In operation the arrangement 2, 3, 6, 7 generates control or trigger signal blocks for the various thyristors with a time relationship to the three-phase input waveform as is illustrated for various cases in FIG. 3, the lengths and/or positions in time of the blocks being determined by the time-fraction indicated by the value of the digital signal applied to the bus 17 of the microcomputer 2 by the generator 16. The time-fractions corresponding to the various cases are shown on the right-hand side of the various groups of blocks. In principle each thyristor has to be triggered a predetermined period of time prior to when each of the two zero-crossings occurring in each 360° period of the supply at which it becomes reverse-biassed is expected, these periods corresponding to 30°, 60°, 90°, 120° and 150° portions of each 360° period for time-fractions indicated by generator 16 of 1/5, 2/5, 3/5 , 4/5 and 1 respectively (and to intermediate values for intermediate values of time-fraction). However, for time-fractions of 2/5 or more the required trigger instant prior to the second of the two expected zero-crossings in fact occurs while the trigger block issued prior to the first of the two expected zero crossings is still present, i.e. for time-fractions of 2/5 or more the arrangement does not issue the second of each such pair of trigger blocks at all, but merely maintains the first trigger block until the second of the two zero-crossovers is expected to occur (rather than till the first of these two zero-crossovers is expected to occur) if the time-fraction lies in the range 2/5 to 4/5, and, if the time-fraction is greater than 4/5, maintains it until a time period before the second of these zero-crossings is expected to occur which is equal to the time period by which the start of the relevant trigger block precedes the trigger instant which would correspond to a time-fraction of 4/5. In other words, for time-fractions of greater than 4/5 the various blocks move forward in time but maintain the same length. In effect, therefore, the arrangement 2, 3, 6, 7 generates control or trigger signals at the outputs 14 in cyclic succession (outputs corresponding to thyristors YU, BL, RU, YL, BU, RL, YU . . . in the example illustrated) in such manner that one is generated a predetermined period of time before each zero-crossing is expected to occur, this predetermined time being proportional to the time-fraction currently indicated at the bus 17. Moreover, when the indicated time-fraction is less than 2/5, it generates additional control signals at the outputs 14 in the same cyclic succession in such manner that each such additional control signal is generated at the relevant output at an instant which coincides with the appearance of one of the first-mentioned control signals at that one of the outputs 14 which lies one place subsequently in the cyclic succession. Thus, for example, the second of the two YU blocks shown for a time-fraction of 1/5 coincides with the first of the two BL blocks show, etc. Each trigger signal block thus initiated terminates at an instant relative to the expected occurrence of a zero-crossover in the manner set forth above.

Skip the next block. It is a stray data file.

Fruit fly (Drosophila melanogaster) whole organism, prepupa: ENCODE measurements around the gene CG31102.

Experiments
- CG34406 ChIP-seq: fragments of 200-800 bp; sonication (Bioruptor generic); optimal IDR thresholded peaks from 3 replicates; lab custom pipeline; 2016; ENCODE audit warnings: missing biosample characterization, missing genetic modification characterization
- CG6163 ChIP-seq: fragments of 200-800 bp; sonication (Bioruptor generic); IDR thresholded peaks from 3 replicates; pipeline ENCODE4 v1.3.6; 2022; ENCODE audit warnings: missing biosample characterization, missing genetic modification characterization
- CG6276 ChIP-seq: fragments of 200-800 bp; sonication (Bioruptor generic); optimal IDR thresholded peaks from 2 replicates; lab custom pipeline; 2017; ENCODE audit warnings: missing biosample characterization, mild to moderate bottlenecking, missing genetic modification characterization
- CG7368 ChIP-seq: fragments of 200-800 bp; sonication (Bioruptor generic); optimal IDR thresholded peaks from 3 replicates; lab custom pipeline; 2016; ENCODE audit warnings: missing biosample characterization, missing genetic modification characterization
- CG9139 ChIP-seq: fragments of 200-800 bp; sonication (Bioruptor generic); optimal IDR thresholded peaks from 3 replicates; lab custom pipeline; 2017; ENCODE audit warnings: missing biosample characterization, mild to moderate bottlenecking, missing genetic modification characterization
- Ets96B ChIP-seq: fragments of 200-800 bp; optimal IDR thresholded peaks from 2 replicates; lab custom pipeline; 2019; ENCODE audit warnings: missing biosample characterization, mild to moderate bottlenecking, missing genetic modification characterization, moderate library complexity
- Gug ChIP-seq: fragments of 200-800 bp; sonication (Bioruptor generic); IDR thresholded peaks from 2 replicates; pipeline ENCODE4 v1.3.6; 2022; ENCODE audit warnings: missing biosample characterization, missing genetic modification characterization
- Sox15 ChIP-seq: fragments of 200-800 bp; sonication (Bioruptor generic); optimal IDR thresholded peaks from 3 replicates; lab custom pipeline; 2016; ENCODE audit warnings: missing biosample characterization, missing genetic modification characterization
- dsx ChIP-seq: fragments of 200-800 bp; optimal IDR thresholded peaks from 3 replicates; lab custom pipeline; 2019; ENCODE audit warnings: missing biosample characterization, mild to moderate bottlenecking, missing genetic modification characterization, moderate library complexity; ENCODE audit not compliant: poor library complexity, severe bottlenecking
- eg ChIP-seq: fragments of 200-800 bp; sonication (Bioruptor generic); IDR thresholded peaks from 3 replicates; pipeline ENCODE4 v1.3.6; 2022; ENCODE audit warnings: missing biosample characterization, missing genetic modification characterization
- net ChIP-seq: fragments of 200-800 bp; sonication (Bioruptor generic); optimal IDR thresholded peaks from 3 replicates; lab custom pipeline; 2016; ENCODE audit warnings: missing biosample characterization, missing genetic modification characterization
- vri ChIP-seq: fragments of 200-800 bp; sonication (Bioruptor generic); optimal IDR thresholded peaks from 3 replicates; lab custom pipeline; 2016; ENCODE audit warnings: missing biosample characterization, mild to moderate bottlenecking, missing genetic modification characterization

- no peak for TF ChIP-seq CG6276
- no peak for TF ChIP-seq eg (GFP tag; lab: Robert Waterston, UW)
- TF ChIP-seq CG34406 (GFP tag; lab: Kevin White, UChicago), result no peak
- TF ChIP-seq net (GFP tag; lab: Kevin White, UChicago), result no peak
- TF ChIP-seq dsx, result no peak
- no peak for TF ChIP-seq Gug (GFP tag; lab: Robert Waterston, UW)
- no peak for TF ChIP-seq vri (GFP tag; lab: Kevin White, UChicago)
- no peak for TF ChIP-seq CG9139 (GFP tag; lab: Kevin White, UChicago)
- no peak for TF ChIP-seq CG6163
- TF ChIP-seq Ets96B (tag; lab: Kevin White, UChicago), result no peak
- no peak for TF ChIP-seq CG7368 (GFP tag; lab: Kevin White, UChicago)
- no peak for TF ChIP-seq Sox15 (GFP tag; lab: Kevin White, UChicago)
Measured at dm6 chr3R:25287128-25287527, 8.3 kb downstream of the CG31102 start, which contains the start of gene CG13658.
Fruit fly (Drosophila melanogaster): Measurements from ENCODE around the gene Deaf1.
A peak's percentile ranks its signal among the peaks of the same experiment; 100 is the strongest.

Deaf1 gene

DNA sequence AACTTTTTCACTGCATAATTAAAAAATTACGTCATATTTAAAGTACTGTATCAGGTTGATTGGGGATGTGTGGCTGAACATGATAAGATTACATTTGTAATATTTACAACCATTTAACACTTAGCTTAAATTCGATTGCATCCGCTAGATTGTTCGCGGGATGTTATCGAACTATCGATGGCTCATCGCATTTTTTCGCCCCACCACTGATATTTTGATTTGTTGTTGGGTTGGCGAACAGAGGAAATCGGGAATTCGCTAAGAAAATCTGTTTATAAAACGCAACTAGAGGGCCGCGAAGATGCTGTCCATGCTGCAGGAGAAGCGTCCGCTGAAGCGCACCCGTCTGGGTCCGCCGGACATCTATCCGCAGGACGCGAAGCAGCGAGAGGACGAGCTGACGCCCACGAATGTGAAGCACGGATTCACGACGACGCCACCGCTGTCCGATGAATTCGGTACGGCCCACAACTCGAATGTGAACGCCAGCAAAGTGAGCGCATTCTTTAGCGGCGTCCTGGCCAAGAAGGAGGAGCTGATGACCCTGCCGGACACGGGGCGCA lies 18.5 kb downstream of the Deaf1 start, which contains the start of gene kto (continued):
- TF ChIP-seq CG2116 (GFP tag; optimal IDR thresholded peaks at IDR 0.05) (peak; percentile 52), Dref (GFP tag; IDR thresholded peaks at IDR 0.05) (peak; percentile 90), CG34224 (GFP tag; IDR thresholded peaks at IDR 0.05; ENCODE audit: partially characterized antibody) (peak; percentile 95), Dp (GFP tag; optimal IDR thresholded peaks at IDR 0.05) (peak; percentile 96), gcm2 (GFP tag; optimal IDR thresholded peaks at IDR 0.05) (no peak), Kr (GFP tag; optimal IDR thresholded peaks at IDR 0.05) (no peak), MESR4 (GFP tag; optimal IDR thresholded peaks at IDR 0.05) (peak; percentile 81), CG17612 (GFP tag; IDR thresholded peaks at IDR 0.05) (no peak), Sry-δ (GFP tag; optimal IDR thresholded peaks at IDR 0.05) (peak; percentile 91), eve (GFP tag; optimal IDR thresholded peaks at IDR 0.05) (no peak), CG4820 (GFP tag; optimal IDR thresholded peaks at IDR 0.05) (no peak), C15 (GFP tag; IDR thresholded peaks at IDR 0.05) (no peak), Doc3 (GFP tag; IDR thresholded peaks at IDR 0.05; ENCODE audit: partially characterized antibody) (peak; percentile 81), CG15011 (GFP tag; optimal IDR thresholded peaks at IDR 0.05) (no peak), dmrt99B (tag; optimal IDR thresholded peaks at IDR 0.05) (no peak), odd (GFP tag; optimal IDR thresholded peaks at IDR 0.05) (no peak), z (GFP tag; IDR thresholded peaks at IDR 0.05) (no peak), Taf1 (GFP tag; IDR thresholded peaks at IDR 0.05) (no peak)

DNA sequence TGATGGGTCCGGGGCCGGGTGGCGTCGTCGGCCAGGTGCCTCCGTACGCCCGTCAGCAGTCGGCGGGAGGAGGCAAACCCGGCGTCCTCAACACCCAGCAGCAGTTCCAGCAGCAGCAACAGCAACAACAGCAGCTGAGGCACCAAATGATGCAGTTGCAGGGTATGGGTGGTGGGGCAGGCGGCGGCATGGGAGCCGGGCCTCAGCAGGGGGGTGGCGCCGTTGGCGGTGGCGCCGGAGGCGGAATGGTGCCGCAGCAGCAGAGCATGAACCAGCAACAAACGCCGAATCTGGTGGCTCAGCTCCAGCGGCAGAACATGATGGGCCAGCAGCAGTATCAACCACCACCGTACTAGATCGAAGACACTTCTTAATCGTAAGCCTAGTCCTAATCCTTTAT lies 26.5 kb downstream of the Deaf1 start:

In order to generate the correct trigger signal blocks the arrangement 2, 3, 6, 7 basically operates as follows. It continuously measures the lengths of the intervals between the successive zero-crossovers (occurring nominally every 60°) in the input three-phase waveform. More particularly, the intervals between the successive output pulses of the detector 3 are measured in terms of the number of output pulses of the clock signal generator 6 then occurring. The results of these measurements are recorded in a six-location rotating stack in microcomputer 2, each new result being used to up-date, in the stack, the result obtained during the corresponding 60° interval in the immediately preceding complete period of the three-phase input waveform. Moreover, during each interval between successive output pulses from generator 3 the contents of the stack are summed to give the current length of a complete 360° period of the three-phase input waveform in terms of the number of output pulses of the clock generator 6 then occurring, and this length is multiplied by the product of the current output of generator 16 and a factor of 150°/360°=5/12 to give, in terms of a number of output pulses of clock generator 6, the aforesaid predetermined period of time currently required, i.e. the time before each expected zero-crossover at which one or more of the thyristors is required to be turned on. The result of this calculation is compared with the expected length of the next 60° interval of the three-phase supply as indicated by the current content of the location of the stack which corresponds to that interval, i.e. by the length which the corresponding interval had during the immediately preceding 360° period, to determine whether the trigger block to be issued during the next 60 ° period is of the kind which terminates at the end of that period, i.e. is to be directed to that thyristor the trigger time of which is directly related to the zero-crossover which will occur at the end of that period. (Such a block will be referred to as a "sector 1 block"). If this is found not to be the case, i.e. if the calculation result is larger than the relevant stored value, the calculation result is compared with the expected length of the combination of the next-but-one and next-but-two 60° intervals of the three-phase supply as indicated by the sum of the current contents of the locations of the stack corresponding thereto, i.e. by the sum of the lengths which the corresponding 60° intervals have most recently had, to determine whether the trigger block to be issued during the next 60° period is of the kind which terminates during the next-but-two 60° period, i.e. is to be directed to that thyristor the trigger time of which is directly related to the zero-crossover which will occur at the end of the next-but-two 60° period. (Such a block will be referred to as a "sector 3 block"). If this is found not to be the case, i.e. if the calculation result is less than the said sum, then the trigger block to be issued during the next 60° period must be of the kind which terminates at the end of the next-but-one 60° period, i.e. is to be directed to that thyristor the trigger time of which is directly related to the zero-crossover which will occur at the end of the next-but-one 60° interval. (Such a block will be referred to as a "sector 2 block").